sagebrush, wild sweet peas, acacia, dirt, earth pigments, maple branches, polyurethane, cotton twine
During the six week residency, I revisited sites from my life where my body experienced extremes. I bound small handfuls of sagebrush at sites of trauma and wild sweet peas at sites of pleasure. At each site I noted the geographic coordinates. The bundles were were hung on walls, labeled with their corresponding coordinates, mapping impactful physical sensations and time in a nonlinear way.
Movement was explored both within the gallery and without. I danced in the gallery, under the night sky, in my home, and at sites of trauma/ pleasure. Towards the end of the residency teamed up with a collective of women to further explore these movements in Sibley park over the course of the summer.
Pigments were created out of earth gathered during the residency from sites where my body experiences comfort. Paint and dyes were made from the pigments and used to dye the cotton chords, paint the body sculpture, and the raw earth was used to create delicate floor patterns.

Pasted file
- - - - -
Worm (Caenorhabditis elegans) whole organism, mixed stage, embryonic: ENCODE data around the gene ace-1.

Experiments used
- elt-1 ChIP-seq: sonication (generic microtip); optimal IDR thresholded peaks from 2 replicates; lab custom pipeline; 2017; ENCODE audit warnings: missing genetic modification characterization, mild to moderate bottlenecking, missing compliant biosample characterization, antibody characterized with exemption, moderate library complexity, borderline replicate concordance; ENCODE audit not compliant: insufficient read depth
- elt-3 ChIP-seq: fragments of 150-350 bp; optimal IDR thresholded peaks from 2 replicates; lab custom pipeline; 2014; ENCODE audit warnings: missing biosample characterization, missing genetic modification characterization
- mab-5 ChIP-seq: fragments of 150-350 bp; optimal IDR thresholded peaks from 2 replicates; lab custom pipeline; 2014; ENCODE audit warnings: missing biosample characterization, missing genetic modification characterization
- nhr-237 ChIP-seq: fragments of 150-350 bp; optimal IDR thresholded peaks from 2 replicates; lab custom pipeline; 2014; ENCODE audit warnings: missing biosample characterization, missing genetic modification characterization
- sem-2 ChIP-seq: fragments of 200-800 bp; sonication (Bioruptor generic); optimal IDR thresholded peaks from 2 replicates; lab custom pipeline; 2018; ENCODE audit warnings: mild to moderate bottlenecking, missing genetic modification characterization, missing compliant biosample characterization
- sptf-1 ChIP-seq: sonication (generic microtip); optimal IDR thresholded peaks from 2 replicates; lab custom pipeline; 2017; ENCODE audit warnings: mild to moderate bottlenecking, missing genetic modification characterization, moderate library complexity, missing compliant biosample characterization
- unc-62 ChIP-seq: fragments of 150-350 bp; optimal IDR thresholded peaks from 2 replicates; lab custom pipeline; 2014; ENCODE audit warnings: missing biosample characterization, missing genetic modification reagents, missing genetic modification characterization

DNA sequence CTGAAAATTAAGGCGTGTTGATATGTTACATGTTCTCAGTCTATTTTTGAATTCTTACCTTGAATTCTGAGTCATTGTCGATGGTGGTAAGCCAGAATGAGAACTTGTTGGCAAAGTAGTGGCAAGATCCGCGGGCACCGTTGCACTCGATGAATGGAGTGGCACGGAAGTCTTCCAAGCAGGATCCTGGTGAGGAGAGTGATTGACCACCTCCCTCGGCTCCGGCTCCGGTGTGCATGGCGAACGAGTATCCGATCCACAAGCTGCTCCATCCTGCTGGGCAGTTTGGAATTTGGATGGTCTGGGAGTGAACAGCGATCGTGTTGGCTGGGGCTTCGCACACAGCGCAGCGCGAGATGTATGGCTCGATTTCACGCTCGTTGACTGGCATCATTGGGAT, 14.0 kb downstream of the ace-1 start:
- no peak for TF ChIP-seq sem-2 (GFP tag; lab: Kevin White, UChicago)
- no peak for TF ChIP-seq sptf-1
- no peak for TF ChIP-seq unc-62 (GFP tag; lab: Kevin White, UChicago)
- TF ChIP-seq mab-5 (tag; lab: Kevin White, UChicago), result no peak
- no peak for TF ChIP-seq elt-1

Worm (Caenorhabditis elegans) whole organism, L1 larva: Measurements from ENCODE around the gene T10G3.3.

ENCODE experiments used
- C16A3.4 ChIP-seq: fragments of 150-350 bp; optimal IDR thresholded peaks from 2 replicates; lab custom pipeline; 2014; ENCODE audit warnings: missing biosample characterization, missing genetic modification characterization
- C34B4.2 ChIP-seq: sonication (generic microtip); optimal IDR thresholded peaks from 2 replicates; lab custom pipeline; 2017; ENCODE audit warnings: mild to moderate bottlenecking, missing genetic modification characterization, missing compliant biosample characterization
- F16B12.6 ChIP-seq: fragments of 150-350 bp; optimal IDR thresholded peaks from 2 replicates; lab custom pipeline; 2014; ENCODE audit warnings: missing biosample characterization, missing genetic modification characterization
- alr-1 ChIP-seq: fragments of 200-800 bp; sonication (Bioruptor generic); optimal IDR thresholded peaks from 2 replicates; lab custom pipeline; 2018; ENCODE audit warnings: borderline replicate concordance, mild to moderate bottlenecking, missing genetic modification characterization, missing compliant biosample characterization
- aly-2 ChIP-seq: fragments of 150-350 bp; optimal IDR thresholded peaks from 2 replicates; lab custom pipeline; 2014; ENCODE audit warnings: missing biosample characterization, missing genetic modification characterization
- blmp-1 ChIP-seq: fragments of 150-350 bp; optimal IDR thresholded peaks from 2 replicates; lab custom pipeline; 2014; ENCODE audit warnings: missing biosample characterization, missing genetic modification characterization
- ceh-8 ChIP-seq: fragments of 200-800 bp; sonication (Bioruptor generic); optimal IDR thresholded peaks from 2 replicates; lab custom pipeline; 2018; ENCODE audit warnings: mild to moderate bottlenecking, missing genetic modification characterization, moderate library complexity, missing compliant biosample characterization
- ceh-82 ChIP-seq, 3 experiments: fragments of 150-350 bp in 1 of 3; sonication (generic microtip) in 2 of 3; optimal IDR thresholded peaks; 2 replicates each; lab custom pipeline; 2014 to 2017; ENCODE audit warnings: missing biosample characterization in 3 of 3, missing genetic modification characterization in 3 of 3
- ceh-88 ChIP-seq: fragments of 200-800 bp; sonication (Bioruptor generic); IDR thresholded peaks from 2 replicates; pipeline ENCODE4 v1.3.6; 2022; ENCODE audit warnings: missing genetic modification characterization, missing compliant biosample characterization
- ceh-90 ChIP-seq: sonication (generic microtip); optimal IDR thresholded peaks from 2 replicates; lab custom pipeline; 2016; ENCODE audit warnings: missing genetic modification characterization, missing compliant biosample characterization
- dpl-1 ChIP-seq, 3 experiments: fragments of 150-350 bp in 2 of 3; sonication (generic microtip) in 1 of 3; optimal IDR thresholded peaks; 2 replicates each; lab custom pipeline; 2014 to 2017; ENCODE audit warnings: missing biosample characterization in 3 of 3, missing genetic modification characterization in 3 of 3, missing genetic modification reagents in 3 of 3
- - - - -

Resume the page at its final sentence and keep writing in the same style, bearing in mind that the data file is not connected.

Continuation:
I continued to develop the sculpture over the course of the residency. The woman-turning coyote (work in progress) was made throughout 2016. The form was made by casting my body while holding the position I discovered through dance that triggered a body memory that induced a wave of flashbacks of sexual assault. The sculpture itself is made from polyurethane - the material used to make taxidermy forms. Incisions were made into the sculpture, so it now holds various meaningful medicinal plants under its skin. An array of intentional herbs, earths, and meaningful ingredients were mixed in when casting the pussy portion of the sculpture. A coyote spine is exposed in the sculptures neck and a plastic coyote jaw in set into the face. The body positioning of the sculpture was also informed by a personal experience of following coyotes, both literally and figuratively. Resiliant animals.
At the closing of the residency, all these explorations came together for a night if interactive performance with the gallery visitors. Visitors were guided into a more embodied state for their experience of walking through the installation. I wore a sign around my neck explaining that I would not be speaking. I offered a note and eye contact to each person entering the space. Visitors that seemed particularly engaged were adorned with bundles of wild sweet peas that I made over the course of the evening.